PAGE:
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LINSEY v. E. F. HUTTON & CO.

November 23, 1987

Bishop Nathaniel L. Linsey, individually and as trustee for the First C.M.E. Church of Anchorage, Alaska, Plaintiff,
v.
E. F. Hutton & Company, Inc., et al., Defendants



The opinion of the court was delivered by: HOGAN

 Thomas F. Hogan, U.S.D.J.

 Nathaniel L. Linsey, a bishop of the Christian Methodist Episcopal (C.M.E.) Church, is suing E. F. Hutton & Company, Inc., and one of its brokers, Joseph D. Alexander, as a result of losses from the investment of church funds. By order dated July 27, 1987, the Court severed the claims against defendant Alexander and stayed those proceedings until the resolution of his bankruptcy. This matter is now before the Court on defendant E. F. Hutton & Co.'s motions to dismiss and for summary judgment. Because Bishop Linsey lacks standing either as a representative of the church or individually under federal securities laws, and because he did not suffer a legally cognizable personal injury, the Court shall enter summary judgment for defendant and dismiss the complaint with prejudice.

 Background

 Plaintiff has been a bishop of the C.M.E. Church since 1978. In October, 1982, he became Bishop of the Ninth Episcopal District, which includes California and Alaska. In July, 1986, after the events complained of herein, he became bishop of the Tenth Episcopal District, which includes Africa and is headquartered in Lagos, Nigeria.

 In April, 1984, plaintiff and defendant Alexander discussed opportunities for investing the $ 1,400,000. On April 24, 1984, plaintiff as president of the California Conference and Mrs. Parks as treasurer established an account with E. F. Hutton & Co.'s branch office in Washington, D.C., where defendant Alexander was employed. The account documents identified the customer as the C.M.E. Church California Conference; they were executed by plaintiff as president of the California Conference and Mrs. Parks as treasurer. Checks could be written on the account only if signed by both plaintiff and Mrs. Parks.

 In early May, 1984, a parsonage was purchased in Anchorage with a portion of the funds; the remainder of the money, $ 1,194,000, was wired to E. F. Hutton & Co. in Washington on May 3, 1984. Stocks, bonds, and treasury bills were purchased. Plaintiff received monthly statements and confirmations of transactions in the account, and repeatedly expressed concerns about the account's performance. As a result, an options account agreement was executed by plaintiff and Mrs. Parks in late July, 1984. Plaintiff continued to be unhappy with the return, and on December 6, 1984, after receiving an accountant's analysis that the account was indeed losing money, ordered all securities liquidated and the money placed in a money market account. A series of withdrawals followed; by December 4, 1985, the account was essentially emptied.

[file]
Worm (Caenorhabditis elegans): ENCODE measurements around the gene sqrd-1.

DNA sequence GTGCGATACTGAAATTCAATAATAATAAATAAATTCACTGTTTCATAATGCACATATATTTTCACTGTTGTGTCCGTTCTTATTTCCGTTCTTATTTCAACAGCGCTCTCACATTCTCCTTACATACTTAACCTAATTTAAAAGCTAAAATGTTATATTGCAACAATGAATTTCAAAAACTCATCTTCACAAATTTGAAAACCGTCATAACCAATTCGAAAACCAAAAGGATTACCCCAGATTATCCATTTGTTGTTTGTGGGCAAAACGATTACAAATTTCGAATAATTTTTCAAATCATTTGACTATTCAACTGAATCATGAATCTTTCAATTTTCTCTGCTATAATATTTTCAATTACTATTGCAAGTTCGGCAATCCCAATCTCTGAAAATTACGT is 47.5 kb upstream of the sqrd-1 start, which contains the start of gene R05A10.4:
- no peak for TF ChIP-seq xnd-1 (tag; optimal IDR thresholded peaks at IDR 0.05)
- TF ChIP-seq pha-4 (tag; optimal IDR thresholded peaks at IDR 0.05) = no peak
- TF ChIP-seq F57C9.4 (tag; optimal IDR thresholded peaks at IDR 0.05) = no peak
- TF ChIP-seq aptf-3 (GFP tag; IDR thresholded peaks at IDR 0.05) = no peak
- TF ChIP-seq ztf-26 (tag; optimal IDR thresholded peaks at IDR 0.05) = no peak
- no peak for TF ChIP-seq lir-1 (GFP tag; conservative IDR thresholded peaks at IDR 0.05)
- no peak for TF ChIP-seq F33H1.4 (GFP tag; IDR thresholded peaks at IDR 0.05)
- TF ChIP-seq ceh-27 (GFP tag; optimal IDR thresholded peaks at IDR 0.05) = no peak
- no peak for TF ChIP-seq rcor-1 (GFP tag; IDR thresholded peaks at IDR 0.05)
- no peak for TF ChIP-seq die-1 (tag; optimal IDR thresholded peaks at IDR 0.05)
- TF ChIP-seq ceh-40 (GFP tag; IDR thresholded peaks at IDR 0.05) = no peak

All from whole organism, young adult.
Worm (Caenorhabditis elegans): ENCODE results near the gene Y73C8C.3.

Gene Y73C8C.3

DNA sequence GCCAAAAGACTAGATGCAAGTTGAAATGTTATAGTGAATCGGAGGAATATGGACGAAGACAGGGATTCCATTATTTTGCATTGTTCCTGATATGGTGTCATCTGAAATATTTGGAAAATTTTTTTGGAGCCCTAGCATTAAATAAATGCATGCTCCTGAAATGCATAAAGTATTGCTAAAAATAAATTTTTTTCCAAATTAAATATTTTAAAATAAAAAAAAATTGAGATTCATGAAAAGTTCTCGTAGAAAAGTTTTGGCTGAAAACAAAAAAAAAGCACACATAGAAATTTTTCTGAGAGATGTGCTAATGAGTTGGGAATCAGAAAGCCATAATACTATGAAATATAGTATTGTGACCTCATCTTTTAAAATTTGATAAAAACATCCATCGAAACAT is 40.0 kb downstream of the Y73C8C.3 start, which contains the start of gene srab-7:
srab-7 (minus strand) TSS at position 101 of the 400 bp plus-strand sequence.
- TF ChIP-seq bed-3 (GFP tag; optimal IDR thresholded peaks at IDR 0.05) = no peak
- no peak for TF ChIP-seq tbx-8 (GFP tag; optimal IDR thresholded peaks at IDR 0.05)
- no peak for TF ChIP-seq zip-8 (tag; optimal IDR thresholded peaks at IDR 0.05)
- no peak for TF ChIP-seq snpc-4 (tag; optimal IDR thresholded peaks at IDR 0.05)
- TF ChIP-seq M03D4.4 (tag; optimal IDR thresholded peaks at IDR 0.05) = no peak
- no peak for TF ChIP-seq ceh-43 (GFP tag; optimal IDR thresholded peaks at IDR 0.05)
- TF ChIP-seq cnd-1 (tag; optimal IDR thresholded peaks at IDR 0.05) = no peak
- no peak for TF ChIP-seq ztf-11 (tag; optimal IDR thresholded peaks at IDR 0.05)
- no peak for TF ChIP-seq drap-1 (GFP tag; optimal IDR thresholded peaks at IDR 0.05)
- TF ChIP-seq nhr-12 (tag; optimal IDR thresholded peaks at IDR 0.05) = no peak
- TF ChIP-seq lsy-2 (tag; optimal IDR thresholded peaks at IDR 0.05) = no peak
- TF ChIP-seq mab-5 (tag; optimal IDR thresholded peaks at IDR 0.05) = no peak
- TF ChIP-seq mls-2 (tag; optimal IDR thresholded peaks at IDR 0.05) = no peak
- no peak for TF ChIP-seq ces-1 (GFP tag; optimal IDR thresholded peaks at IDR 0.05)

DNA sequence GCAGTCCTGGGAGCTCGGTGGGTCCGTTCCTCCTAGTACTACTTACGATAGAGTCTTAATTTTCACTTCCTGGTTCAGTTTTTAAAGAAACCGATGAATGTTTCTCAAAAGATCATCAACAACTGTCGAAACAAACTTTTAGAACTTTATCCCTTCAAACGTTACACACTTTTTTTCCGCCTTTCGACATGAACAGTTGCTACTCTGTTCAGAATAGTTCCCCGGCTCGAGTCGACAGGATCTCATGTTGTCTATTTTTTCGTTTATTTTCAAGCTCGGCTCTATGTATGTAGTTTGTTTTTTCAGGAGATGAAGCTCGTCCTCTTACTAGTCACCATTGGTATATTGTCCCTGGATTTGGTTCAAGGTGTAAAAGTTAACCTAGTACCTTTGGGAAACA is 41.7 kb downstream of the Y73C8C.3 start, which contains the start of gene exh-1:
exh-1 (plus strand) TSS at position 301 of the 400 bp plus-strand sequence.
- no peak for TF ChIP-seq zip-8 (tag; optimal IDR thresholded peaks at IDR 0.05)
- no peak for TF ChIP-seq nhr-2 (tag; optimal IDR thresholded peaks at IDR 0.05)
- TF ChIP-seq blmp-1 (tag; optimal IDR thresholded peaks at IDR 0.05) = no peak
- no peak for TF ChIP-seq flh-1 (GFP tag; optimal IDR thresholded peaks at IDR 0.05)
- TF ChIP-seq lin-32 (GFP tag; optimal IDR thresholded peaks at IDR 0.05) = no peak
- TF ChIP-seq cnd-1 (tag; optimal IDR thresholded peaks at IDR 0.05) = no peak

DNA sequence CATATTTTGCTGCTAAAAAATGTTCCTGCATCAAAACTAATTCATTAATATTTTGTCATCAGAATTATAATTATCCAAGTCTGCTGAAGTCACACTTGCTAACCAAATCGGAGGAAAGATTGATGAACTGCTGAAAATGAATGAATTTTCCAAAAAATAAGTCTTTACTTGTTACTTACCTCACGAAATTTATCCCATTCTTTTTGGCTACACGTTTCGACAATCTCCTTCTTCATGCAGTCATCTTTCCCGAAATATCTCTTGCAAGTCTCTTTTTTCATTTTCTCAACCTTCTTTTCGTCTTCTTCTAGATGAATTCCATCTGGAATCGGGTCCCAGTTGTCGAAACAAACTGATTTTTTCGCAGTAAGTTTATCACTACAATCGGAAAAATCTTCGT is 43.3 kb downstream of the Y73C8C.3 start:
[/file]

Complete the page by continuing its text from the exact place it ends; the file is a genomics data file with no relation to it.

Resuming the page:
There is disagreement on precisely how much money was lost. A church report apparently places the loss at $ 300 over the 19-month life of the account; the account lost $ 72,236 on the sale of stock, but reported $ 71,936 income in interest and dividends. The complaint claims $ 52,000 in principal was lost and the church was denied about $ 125,000 interest that would have been earned had the funds remained on deposit at Founders Savings and Loan Association.

 Plaintiff alleges that as a result of the poor investment performance of the funds entrusted him he was in July, 1986, "demoted and reassigned to the least desirable Episcopal District in the C.M.E. Church, The Tenth Episcopal District, in Africa." In addition to the less desirable assignment, plaintiff did not as bishop of the Tenth Episcopal District receive an official residence or housing allowance; he estimated his additional out-of-pocket expenses resulting from the four-year assignment to the Tenth Episcopal District to be $ 160,000.

 Plaintiff filed this complaint on December 31, 1986, alleging that false representations had been made that the return on funds invested with E. F. Hutton & Co. would be not less than 15 percent and there would be no loss of principal. He also alleged that the defendants failed to warn of the risks associated with options trading. The complaint states five counts: violation of section 10(b) of the Securities and Exchange Act of 1934; "negligence per se and presumed," apparently stating a theory of common law negligence based on violation of the Securities and Exchange Act; common law negligence; common law fraud; and breach of fiduciary duty. All of the counts simultaneously seek damages for plaintiff in his representative capacity and in his personal capacity.

 Bishop Linsey's Standing as a Representative of the Church

 Plaintiff states in his complaint that he is suing both individually and "as agent and trustee for the Christian Methodist Episcopal Church." Defendant E. F. Hutton & Co. challenges his standing to sue on behalf of the Christian Methodist Episcopal Church or the First C.M.E. Church of Anchorage, Alaska.

 Defendant has submitted a resolution adopted by the College of Bishops of the C.M.E. Church on October 2, 1987, expressly disavowing Bishop Linsey's authority to sue as a representative of the Church. The resolution, whose ...


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